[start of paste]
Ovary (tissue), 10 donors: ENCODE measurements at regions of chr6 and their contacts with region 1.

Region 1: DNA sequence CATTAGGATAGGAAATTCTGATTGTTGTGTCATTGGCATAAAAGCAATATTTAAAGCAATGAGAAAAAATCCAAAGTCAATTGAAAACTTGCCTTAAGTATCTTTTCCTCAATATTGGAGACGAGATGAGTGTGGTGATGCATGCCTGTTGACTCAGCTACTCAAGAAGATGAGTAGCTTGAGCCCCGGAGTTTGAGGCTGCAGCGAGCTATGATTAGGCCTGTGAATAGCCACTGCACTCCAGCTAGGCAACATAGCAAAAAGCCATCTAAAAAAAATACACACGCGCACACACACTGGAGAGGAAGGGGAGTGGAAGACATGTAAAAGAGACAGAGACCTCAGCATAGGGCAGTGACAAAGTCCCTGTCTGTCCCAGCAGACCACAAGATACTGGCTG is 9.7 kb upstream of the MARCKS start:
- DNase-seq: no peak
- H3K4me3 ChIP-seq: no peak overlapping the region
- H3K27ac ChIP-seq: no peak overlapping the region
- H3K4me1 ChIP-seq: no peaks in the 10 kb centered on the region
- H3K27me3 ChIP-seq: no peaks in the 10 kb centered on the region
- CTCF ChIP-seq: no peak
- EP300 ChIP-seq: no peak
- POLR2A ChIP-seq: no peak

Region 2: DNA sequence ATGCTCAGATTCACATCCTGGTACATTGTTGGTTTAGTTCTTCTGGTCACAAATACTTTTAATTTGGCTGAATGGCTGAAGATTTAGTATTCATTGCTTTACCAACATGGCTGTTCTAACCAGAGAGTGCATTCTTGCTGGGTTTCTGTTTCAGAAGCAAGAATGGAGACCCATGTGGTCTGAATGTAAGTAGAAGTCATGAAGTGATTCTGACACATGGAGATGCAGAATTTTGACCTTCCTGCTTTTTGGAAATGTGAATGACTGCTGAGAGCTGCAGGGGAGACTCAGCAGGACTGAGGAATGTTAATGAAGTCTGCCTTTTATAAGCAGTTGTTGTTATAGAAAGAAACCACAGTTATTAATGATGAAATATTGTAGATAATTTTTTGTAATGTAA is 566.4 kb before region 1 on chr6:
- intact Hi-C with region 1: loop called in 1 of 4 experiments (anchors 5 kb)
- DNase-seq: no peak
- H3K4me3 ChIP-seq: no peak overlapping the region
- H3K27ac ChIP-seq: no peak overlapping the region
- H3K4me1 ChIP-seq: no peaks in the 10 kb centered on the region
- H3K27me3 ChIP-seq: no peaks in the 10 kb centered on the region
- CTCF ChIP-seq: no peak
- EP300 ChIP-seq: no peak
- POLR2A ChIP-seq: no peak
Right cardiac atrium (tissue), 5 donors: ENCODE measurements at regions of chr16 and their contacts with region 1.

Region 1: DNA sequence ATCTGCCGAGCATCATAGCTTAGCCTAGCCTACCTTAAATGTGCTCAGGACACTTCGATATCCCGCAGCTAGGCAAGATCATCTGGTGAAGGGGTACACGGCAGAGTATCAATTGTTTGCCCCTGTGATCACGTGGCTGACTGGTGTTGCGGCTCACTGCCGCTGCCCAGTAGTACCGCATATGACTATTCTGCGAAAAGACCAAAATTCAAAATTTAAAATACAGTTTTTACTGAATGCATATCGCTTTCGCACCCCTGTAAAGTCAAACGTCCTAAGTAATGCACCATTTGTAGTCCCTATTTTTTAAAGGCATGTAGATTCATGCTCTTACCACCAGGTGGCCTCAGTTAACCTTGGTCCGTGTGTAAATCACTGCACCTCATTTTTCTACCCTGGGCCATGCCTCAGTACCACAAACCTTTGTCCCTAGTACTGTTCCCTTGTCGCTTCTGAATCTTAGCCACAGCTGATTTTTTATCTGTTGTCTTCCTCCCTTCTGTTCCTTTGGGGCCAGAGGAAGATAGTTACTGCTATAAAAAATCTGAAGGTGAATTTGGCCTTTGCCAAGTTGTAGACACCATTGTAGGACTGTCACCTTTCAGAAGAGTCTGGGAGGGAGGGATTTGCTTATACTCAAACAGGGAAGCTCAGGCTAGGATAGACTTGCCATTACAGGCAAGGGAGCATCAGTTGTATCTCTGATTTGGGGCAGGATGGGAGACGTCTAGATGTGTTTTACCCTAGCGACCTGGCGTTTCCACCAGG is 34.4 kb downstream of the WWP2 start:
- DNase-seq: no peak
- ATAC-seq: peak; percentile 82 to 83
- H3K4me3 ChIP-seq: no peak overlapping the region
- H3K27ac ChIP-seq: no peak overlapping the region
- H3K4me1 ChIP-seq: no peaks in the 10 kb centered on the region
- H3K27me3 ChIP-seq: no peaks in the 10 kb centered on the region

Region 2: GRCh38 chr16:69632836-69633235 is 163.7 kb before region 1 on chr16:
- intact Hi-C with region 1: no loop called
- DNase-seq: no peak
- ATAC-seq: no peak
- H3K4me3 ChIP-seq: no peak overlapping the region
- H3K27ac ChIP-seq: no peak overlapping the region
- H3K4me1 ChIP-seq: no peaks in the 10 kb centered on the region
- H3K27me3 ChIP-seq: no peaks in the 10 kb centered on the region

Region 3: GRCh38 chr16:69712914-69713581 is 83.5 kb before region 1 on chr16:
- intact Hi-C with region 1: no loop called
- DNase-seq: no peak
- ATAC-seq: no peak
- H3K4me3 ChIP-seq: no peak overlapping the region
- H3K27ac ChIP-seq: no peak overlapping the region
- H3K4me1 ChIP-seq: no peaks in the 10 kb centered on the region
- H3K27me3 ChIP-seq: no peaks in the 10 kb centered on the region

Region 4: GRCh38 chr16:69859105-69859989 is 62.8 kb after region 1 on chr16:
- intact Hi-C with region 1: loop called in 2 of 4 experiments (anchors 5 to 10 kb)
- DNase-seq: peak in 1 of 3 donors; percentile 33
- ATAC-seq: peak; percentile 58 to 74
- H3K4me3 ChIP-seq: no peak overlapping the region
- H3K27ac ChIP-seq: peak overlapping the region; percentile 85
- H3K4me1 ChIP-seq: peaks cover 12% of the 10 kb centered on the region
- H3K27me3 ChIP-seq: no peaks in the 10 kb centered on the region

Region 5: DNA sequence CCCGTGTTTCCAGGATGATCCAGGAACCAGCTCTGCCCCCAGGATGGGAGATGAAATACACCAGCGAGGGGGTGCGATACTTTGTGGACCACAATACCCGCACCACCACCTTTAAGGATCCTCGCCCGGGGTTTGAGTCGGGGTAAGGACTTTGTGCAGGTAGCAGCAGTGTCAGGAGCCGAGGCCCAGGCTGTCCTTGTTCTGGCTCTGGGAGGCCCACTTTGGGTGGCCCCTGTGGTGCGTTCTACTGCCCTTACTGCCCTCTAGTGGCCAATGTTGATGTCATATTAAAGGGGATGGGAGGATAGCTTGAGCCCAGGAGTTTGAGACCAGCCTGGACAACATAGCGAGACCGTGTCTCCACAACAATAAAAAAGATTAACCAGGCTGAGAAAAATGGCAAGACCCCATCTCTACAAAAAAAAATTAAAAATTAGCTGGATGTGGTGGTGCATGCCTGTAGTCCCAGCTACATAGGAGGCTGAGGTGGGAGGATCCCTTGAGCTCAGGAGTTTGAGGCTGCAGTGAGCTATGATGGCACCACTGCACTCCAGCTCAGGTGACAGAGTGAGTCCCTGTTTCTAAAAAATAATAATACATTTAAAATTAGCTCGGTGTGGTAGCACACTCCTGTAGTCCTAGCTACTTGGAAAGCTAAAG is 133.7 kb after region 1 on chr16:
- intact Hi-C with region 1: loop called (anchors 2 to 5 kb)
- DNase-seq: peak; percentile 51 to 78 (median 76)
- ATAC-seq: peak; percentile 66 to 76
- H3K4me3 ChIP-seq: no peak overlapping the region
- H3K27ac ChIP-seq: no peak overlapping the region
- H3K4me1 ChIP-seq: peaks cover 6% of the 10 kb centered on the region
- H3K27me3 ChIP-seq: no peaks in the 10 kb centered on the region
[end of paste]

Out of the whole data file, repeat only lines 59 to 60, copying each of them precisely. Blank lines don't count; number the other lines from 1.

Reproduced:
- H3K4me1 ChIP-seq: peaks cover 6% of the 10 kb centered on the region
- H3K27me3 ChIP-seq: no peaks in the 10 kb centered on the region